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The Ultimate Juggling Act: Balancing Business and Kids – 5 Tips

Submitted by Tommy Wyher on Wed, 08/23/2017 - 3:05pm

Do you recall the last time you had a stretch of 10 minutes where there were no demands on you from work? And your kids left you alone long enough for you to enjoy a moment of downtime? Remember what that felt like? Or has it been too long?

 

If you are blessed to have your own business and children at home, you're extremely lucky, but also probably feeling dead on your feet. Most working professionals take on productivity and time management skills as a way to up their game. But working parents do it as a matter of survival.

 

Find it hard to strike a balance between devoting time to one's work and one's children? Want to end your days on a better note, feeling more in control of what's going on?

 

Here are 5 tips that savvy working parents adopt.

 

1. Outsource the easy stuff.
 

Delegate. You know you should do it more. But maybe your perfectionist or controlling side is telling you that no one can do it as well as you can? That obsessive side is not going to help you live a more relaxed life. Do you know what will? Outsourcing stuff that others can handle. Want a home-cooked meal so your kids are eating healthy? Consider a personal chef. Tired of your house not getting the deep clean you know is long overdue? Hire a house cleaning service.

 

2. Have rules for yourself and your family.
 

Ever heard of decision fatigue? Yes, it's a thing. And as a parent, your role is that of head decision maker within your family. Not to mention all the decisions you must make at work, too. The New York Times, when covering this syndrome, put it like this: "You can't make decision after decision without paying a biological price."

 

Want to ease the mental burden that you are likely under? Have simple rules that keep your choices from ballooning. No email after 6pm. No phone calls after 5pm. Weekly allowance to your children is contingent on homework completed. Etc.
 

3. Keep promises. But be careful when making them.
 

No one wants to be that parent who fails to show up at recitals or PTA meetings. Trying to meet the scheduling demands of your children, while running a business is a never-ending maze. One with obstacles that shift constantly.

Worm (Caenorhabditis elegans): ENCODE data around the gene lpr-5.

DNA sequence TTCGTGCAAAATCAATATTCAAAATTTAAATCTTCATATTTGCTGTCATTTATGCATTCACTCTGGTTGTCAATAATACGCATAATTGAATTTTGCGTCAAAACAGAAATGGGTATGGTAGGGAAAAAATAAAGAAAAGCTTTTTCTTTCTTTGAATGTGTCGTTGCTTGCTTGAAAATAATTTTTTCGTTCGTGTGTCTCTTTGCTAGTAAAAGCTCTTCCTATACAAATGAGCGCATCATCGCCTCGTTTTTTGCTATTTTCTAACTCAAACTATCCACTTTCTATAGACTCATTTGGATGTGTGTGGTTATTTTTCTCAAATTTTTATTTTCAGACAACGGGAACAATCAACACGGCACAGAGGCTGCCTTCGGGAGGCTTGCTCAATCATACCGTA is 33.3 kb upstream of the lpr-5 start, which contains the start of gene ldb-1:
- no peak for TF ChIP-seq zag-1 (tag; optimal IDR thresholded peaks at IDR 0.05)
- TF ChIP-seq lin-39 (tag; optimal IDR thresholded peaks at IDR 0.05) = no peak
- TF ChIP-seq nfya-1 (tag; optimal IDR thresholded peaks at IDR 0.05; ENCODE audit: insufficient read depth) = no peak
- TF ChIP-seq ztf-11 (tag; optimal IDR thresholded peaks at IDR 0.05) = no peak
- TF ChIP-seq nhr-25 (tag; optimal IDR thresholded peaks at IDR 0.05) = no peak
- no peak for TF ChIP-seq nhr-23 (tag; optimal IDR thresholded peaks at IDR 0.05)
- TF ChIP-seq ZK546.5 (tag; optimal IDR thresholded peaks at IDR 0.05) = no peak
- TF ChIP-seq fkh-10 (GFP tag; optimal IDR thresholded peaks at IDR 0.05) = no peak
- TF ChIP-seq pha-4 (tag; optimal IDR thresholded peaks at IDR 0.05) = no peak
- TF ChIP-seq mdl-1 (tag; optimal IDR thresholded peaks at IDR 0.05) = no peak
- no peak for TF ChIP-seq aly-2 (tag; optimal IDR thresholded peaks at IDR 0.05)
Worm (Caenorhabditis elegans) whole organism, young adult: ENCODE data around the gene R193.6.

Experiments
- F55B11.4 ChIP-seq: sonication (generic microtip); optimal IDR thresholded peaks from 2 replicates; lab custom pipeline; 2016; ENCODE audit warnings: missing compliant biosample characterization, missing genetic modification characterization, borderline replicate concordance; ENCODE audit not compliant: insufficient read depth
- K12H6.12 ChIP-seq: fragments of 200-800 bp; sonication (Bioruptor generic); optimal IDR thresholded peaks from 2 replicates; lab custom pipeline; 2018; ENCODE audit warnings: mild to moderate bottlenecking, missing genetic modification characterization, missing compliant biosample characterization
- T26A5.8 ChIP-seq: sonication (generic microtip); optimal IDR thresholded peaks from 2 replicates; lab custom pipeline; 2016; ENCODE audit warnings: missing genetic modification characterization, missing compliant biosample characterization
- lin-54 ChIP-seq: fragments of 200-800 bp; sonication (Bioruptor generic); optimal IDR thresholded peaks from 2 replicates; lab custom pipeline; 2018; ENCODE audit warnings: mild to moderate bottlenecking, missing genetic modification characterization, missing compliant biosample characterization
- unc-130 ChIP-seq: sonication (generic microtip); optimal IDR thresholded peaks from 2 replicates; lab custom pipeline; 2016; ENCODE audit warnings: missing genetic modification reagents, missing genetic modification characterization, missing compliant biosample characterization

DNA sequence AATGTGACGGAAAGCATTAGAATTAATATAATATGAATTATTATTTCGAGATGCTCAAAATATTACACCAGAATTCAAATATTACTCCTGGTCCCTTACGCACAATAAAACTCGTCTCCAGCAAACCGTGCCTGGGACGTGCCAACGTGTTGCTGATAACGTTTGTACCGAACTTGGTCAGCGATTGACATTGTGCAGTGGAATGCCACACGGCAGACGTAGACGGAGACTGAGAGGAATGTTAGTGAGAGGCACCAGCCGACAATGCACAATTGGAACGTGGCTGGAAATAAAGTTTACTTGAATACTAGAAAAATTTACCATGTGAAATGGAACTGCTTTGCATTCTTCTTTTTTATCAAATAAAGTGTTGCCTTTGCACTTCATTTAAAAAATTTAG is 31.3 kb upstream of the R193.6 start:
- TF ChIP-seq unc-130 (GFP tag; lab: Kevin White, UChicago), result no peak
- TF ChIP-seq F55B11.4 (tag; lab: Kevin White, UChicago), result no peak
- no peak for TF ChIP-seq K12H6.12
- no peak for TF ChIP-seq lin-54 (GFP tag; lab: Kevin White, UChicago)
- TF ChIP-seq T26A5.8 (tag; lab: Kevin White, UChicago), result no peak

There's something worse than not showing up, however. And that's saying you will, but then not delivering the goods. This is true whether you have committed to being at your child's soccer game, or to a client deadline. Don't back out of promises. Your word will begin to mean less and less to others and to yourself. The solution? Promise less, but if you do make a promise, keep your word.

 

4. Don’t rely on your memory.

 

You used to have a great memory. And you only know this because you have begun to forget things with increasing frequency. The change you must make is from thinking you will remember what needs to be done, to realizing the odds are high you will forget. After you have accepted this reality, establish the habit of writing everything down. Take notes about everything. Which brings us to the next point.
 

5. Schedule your to do list.

 

Yes, the satisfaction of crossing out an item on your to do list is real. But it can also hang heavy on the mind when you're adding to the list faster than you can cross items off.

 

One solution? Add each to-do task to your calendar. Assign it a time slot when you know you'll be able to focus on it. Doing this will help you pin down exactly when you'll do the task. This strategy has a better chance of success over hoping that extra time will appear at the end of the day for you to tackle your whole to-do list at once. 

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